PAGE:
In November 2002, a Hellfire missile launched from a CIA-operated Predator hit a vehicle on a road in Yemen's Marib province. The strike killed six al-Qaida terrorists, among them Qaed Senyan al-Harthi. Al-Harthi organized the October 2000 terror attack on the USS Cole (in the Yemeni port of Aden), which left 17 American sailors dead.
I wrote a column about the Predator attack shortly after it occurred, noting that the Predator-B's successes against al-Qaida, (including the November 2001 attack against al-Qaida bigwig Mohammed Atef) demonstrated how "arming the persistent sensor" creates opportunities to ambush even the most elusive targets.
Predator was born as an unarmed Balkans peacekeeper, a recon platform that could "loiter" over Bosnia and locate Serb artillery pieces shelling non-combatants. The U.S. needed "persistent eyes" over difficult terrain. Adding laser-guided missiles made Predator a sniper with extraordinary reach.
The Predator attack on al-Harthi comes to mind for two reasons. The first is al-Qaida has declared Yemen "a sanctuary" (StrategyPage.com, Sept. 19). American traitor Maj. Nidal Hasan's spiritual adviser, Anwar al-Awlaki, is allegedly hiding in Yemen. It is a chaotic and dangerous place. Saudi Arabia and the Yemeni government are currently battling Shia tribes in northern and eastern Yemen (which may be drawing support from Iran).
The second reason was President Barack Obama's reply to a question posed in a recent interview conducted by CBS News.
CBS' interviewer remarked: "Al-Qaida is in a lot of places besides Afghanistan. They've got people in Sudan. They've got people in Somalia. They've got people in Yemen."
Obama replied: "And we go after them there, too." A moment later he added "I don't want to comment on certain sensitive aspects to our efforts in this (Afghanistan-Pakistan) border region. I think it is fair to say ... if we've got actual war intelligence on high-ranking al-Qaida leaders, or for that matter high-ranking Taliban leaders who are directing actions against U.S. troops, then we will take action."
Obama is pursuing one of the Bush administration's key policies of "holding at risk" terrorist leaders, which is a euphemism for targeting them. Is this assassination? The November 2002 column observed that (technically) al-Harthi died in an air attack. A terrorist's vehicle can be construed as a "command and control center" (a command bunker is a legitimate target), but doing so takes the concept to the edge of absurdity. The U.S. was hunting al-Harthi.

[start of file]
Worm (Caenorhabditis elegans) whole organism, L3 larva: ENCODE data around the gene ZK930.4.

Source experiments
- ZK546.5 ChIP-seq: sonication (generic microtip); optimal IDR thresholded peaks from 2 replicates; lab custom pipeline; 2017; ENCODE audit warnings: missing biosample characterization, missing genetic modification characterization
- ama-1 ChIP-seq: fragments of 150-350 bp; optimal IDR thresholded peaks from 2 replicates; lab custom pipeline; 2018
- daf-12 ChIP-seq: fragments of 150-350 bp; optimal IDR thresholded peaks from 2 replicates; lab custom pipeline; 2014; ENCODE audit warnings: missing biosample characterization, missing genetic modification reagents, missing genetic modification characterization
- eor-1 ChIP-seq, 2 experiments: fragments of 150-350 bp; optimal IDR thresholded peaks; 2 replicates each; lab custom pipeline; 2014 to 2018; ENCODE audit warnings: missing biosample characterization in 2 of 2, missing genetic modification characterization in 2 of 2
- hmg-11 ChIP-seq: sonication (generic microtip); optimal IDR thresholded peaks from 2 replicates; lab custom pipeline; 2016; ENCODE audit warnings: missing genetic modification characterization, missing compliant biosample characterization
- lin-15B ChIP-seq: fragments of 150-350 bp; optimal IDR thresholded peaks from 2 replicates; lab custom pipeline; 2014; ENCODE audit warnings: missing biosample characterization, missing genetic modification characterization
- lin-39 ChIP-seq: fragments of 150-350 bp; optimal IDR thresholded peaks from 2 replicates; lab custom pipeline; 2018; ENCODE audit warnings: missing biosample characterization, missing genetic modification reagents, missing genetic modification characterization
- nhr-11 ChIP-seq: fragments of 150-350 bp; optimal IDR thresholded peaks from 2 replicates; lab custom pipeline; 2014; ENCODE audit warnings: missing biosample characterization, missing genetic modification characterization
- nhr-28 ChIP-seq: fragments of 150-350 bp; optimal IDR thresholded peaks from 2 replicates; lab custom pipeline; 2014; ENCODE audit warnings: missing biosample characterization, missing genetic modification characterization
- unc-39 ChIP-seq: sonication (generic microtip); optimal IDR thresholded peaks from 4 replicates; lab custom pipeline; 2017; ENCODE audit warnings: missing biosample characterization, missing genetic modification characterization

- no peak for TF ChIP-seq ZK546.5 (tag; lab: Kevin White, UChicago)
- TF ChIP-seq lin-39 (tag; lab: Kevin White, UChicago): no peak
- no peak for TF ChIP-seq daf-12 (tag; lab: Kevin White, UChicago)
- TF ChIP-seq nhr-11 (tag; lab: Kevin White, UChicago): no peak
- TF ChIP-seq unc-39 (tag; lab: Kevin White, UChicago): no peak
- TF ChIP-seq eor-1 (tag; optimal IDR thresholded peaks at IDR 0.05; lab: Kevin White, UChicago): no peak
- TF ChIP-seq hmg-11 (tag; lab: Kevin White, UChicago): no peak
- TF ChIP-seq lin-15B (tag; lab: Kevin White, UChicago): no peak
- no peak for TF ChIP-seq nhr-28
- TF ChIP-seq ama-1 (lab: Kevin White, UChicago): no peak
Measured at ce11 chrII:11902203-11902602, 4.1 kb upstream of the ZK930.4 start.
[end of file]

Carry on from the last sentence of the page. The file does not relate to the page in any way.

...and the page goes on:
The United States bans political assassinations, but the U.N. charter permits military defense against attack. Al-Qaida wages a war without limits. Every American, in al-Qaida's war doctrine, is a permissible target. Al-Qaida's own decentralized organization is part of its offensive and defensive strategy. Individual al-Qaida members -- its suicidal terrorists -- are indeed its military weapons, hence Predator hits and special operations strikes.
Obama's reply also indicates he himself is facing one of the most difficult problems America has in this war: actionable intelligence. George W. Bush can testify, and likewise Bill Clinton. When do you pull the trigger?
Predators have operated over Pakistan for years. More advanced Unmanned Aerial Vehicles (UAV) are being employed in Afghanistan. Predator strikes in Pakistan began to increase in summer 2008. The exact number of strikes is classified. Several commentators try to keep a tally, however -- among them Bill Roggio at longwarjournal.org.
Roggio recently reported on Dec. 8 that "U.S. airstrikes inside Pakistan have tapered off since September" and that "U.S. intelligence officials said a big reason for the scaleback in attacks is that al-Qaida and the Taliban have adapted to the U.S. tactics, improved their operational security and have ruthlessly killed anyone suspected of providing intelligence to the U.S."
An irony lurks. Terrorists crow that they choose the place and time of an attack. Their claim of ubiquitous surprise, wherever you may hide, intends to sow fear. Predators, however, ambush them. Now, knowing wagging tongues will bring missiles, they murder their own.
Austin Bay is the author of three novels. His third novel, The Wrong Side of Brightness, was published by Putnam/Jove in June 2003. He has also co-authored four non-fiction books, to include A Quick and Dirty Guide to War: Third Edition (with James Dunnigan, Morrow, 1996).
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